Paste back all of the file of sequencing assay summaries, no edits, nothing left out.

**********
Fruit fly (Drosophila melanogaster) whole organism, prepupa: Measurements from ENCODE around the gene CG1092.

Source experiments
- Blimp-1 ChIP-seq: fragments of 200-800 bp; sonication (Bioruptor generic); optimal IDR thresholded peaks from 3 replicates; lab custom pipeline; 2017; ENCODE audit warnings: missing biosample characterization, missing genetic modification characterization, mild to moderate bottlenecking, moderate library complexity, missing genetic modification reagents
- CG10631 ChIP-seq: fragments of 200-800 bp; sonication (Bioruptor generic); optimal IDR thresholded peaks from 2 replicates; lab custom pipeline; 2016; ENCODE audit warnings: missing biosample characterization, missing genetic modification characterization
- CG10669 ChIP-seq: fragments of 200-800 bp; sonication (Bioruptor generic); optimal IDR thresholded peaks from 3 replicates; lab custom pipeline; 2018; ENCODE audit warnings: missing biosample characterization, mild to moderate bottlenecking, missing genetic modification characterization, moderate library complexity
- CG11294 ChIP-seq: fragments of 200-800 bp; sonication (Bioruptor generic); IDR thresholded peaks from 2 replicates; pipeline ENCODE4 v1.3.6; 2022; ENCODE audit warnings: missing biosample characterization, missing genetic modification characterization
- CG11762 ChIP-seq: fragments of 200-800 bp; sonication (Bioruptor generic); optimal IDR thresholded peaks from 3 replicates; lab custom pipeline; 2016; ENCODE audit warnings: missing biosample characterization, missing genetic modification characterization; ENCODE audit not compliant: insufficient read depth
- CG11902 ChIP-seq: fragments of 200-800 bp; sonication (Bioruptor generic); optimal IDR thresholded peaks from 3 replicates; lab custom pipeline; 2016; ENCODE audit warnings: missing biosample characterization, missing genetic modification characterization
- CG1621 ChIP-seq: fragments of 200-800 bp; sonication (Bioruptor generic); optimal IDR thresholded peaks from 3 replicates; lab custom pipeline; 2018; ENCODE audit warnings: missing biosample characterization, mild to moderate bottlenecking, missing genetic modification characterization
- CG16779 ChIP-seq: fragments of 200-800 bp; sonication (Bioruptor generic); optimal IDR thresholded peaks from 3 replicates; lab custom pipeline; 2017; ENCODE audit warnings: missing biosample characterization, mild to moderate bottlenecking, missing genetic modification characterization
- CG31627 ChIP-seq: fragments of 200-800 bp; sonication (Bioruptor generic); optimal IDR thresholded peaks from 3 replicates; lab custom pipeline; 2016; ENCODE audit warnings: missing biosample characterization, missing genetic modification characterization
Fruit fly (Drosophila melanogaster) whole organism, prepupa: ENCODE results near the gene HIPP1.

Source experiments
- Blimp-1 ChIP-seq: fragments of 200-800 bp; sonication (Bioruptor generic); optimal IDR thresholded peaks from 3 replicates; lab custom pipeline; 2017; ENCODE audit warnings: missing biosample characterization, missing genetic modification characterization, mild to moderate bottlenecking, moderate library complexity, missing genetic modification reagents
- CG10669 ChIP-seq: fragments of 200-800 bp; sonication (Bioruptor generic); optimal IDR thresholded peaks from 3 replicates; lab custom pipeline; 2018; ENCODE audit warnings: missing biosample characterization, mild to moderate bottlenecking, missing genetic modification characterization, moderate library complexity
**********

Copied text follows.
Fruit fly (Drosophila melanogaster) whole organism, prepupa: Measurements from ENCODE around the gene CG1092.

Source experiments
- Blimp-1 ChIP-seq: fragments of 200-800 bp; sonication (Bioruptor generic); optimal IDR thresholded peaks from 3 replicates; lab custom pipeline; 2017; ENCODE audit warnings: missing biosample characterization, missing genetic modification characterization, mild to moderate bottlenecking, moderate library complexity, missing genetic modification reagents
- CG10631 ChIP-seq: fragments of 200-800 bp; sonication (Bioruptor generic); optimal IDR thresholded peaks from 2 replicates; lab custom pipeline; 2016; ENCODE audit warnings: missing biosample characterization, missing genetic modification characterization
- CG10669 ChIP-seq: fragments of 200-800 bp; sonication (Bioruptor generic); optimal IDR thresholded peaks from 3 replicates; lab custom pipeline; 2018; ENCODE audit warnings: missing biosample characterization, mild to moderate bottlenecking, missing genetic modification characterization, moderate library complexity
- CG11294 ChIP-seq: fragments of 200-800 bp; sonication (Bioruptor generic); IDR thresholded peaks from 2 replicates; pipeline ENCODE4 v1.3.6; 2022; ENCODE audit warnings: missing biosample characterization, missing genetic modification characterization
- CG11762 ChIP-seq: fragments of 200-800 bp; sonication (Bioruptor generic); optimal IDR thresholded peaks from 3 replicates; lab custom pipeline; 2016; ENCODE audit warnings: missing biosample characterization, missing genetic modification characterization; ENCODE audit not compliant: insufficient read depth
- CG11902 ChIP-seq: fragments of 200-800 bp; sonication (Bioruptor generic); optimal IDR thresholded peaks from 3 replicates; lab custom pipeline; 2016; ENCODE audit warnings: missing biosample characterization, missing genetic modification characterization
- CG1621 ChIP-seq: fragments of 200-800 bp; sonication (Bioruptor generic); optimal IDR thresholded peaks from 3 replicates; lab custom pipeline; 2018; ENCODE audit warnings: missing biosample characterization, mild to moderate bottlenecking, missing genetic modification characterization
- CG16779 ChIP-seq: fragments of 200-800 bp; sonication (Bioruptor generic); optimal IDR thresholded peaks from 3 replicates; lab custom pipeline; 2017; ENCODE audit warnings: missing biosample characterization, mild to moderate bottlenecking, missing genetic modification characterization
- CG31627 ChIP-seq: fragments of 200-800 bp; sonication (Bioruptor generic); optimal IDR thresholded peaks from 3 replicates; lab custom pipeline; 2016; ENCODE audit warnings: missing biosample characterization, missing genetic modification characterization
Fruit fly (Drosophila melanogaster) whole organism, prepupa: ENCODE results near the gene HIPP1.

Source experiments
- Blimp-1 ChIP-seq: fragments of 200-800 bp; sonication (Bioruptor generic); optimal IDR thresholded peaks from 3 replicates; lab custom pipeline; 2017; ENCODE audit warnings: missing biosample characterization, missing genetic modification characterization, mild to moderate bottlenecking, moderate library complexity, missing genetic modification reagents
- CG10669 ChIP-seq: fragments of 200-800 bp; sonication (Bioruptor generic); optimal IDR thresholded peaks from 3 replicates; lab custom pipeline; 2018; ENCODE audit warnings: missing biosample characterization, mild to moderate bottlenecking, missing genetic modification characterization, moderate library complexity